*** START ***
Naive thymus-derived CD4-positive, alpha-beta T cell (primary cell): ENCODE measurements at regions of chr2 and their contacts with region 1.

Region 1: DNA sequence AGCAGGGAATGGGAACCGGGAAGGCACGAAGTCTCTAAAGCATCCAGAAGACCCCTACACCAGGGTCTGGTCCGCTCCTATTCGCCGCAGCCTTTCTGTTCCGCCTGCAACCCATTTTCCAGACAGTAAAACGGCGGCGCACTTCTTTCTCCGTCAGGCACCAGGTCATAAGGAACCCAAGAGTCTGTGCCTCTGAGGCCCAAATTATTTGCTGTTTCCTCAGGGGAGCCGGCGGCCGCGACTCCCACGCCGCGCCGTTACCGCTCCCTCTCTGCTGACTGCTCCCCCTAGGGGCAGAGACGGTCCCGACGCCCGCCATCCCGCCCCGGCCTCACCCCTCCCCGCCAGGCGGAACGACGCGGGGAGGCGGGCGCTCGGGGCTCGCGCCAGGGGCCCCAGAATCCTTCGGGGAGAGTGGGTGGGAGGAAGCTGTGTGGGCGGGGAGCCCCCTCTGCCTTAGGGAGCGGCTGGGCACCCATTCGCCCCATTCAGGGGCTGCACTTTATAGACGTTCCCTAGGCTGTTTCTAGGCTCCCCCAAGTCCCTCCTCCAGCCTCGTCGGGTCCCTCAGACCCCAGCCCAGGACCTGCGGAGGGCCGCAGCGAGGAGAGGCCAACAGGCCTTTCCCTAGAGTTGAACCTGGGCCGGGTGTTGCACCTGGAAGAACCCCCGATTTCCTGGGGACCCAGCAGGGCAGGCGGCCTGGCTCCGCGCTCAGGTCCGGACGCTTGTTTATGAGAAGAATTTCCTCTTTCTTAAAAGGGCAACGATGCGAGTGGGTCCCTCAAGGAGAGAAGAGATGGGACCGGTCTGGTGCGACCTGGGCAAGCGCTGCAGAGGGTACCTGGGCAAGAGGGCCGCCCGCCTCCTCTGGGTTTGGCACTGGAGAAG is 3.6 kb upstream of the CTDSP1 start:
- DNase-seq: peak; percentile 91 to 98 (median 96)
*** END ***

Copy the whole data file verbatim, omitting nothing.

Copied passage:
Naive thymus-derived CD4-positive, alpha-beta T cell (primary cell): ENCODE measurements at regions of chr2 and their contacts with region 1.

Region 1: DNA sequence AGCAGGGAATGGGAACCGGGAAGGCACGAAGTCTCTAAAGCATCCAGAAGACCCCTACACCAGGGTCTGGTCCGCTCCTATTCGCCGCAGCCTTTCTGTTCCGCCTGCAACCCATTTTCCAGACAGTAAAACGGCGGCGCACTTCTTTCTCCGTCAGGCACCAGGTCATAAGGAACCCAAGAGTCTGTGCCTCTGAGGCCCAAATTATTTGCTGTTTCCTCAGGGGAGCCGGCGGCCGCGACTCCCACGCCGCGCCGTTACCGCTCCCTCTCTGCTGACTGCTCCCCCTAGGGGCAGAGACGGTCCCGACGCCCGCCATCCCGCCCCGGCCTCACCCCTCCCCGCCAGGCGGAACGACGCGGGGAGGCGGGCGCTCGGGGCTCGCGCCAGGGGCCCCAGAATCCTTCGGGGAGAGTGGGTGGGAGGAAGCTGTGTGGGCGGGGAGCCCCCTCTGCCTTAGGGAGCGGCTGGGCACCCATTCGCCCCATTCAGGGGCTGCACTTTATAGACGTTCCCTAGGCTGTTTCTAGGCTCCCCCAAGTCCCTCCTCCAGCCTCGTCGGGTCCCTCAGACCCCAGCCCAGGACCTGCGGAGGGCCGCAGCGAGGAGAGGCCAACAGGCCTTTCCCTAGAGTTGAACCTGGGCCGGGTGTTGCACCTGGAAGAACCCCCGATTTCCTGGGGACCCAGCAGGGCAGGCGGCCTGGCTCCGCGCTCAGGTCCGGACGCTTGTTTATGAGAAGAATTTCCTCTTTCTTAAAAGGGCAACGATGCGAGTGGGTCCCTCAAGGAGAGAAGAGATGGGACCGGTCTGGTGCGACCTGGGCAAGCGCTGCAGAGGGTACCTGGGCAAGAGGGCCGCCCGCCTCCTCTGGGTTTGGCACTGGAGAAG is 3.6 kb upstream of the CTDSP1 start:
- DNase-seq: peak; percentile 91 to 98 (median 96)